Multiscale spatiotemporal modeling of acute primary viral infection and immune response in epithelial tissues

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Juliano Ferrari Gianlupi

"Multiscale spatiotemporal modeling of acute primary viral infection and immune response in epithelial tissues"
Simulations of tissue-specific effects of primary acute viral infections like COVID-19 are essential for understanding differences in disease outcomes and optimizing therapeutic interventions. We present a multiscale model and simulation of an epithelial tissue infected by a virus, a simplified cellular immune response and viral and immune-induced tissue damage. The model exhibits basic patterns of infection dynamics: widespread infection, slowed infection, recurrence, containment and clearance. Inhibition of viral internalization and faster immune-cell recruitment promote containment of infection. Fast viral internalization and slower immune response lead to uncontrolled spread of infection. Because antiviral drugs can have side effects at high doses and show reduced clinical effectiveness when given later during the course of infection, we studied the effects on infection progression of both treatment potency (which combines drug effectiveness and dosage) and time-of-first treatment after infection. Simulation of a drug which reduces the replication rate of viral RNA shows that even a low potency therapy greatly decreases the total tissue damage and virus burden when given near the beginning of infection. However, even a high potency therapy rapidly loses effectiveness when given later near the time of peak viral load in the untreated case. Many combinations of dosage and treatment time lead to stochastic outcomes, with some simulation replicas showing clearance or control of the virus (treatment success), while others show rapid infection of all epithelial cells in the simulated tissue subregion (treatment failure). This switch between a regime of consistent treatment success and failure occurs as the time of treatment increases. However, stochastic variations in viral spread mean that high potency treatments at late times are occasionally effective. The model is open-source and modular, allowing rapid development and extension of its components by groups working in parallel. We're extending the model through already calibrated ODE models to have more biological meaningful behaviors. ODE models can be calibrated in a straightforward manner, however they don't contain information about space which is meaningful. As ODE based models are not spatial they need to be spatialized in some manner for our use, we've developed a method to generate spatial models from ODE models and have the spatial model recover the ODE predicted population behaviors. While the spatialized model shows differences, we recuperate the overall ODE model behavior, and we are exploring how spatiality itself causes those differences. With this work we will bring forth more ways in which ODE models can be useful, e.g., having their overall behavior inform and predict how the COVID infection spreads through the lungs.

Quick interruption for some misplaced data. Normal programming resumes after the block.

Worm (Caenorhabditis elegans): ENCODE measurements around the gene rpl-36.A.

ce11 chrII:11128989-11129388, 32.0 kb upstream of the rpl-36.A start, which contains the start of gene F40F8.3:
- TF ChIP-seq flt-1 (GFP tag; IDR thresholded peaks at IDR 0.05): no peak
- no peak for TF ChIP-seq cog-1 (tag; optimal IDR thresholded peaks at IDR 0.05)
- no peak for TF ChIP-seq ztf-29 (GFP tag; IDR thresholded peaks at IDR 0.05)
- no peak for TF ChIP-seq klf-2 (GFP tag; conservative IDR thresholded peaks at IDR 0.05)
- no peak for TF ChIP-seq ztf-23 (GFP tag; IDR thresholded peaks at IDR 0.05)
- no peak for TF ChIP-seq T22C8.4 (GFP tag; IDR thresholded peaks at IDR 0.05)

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Virtual conference of the Society for Mathematical Biology, 2020.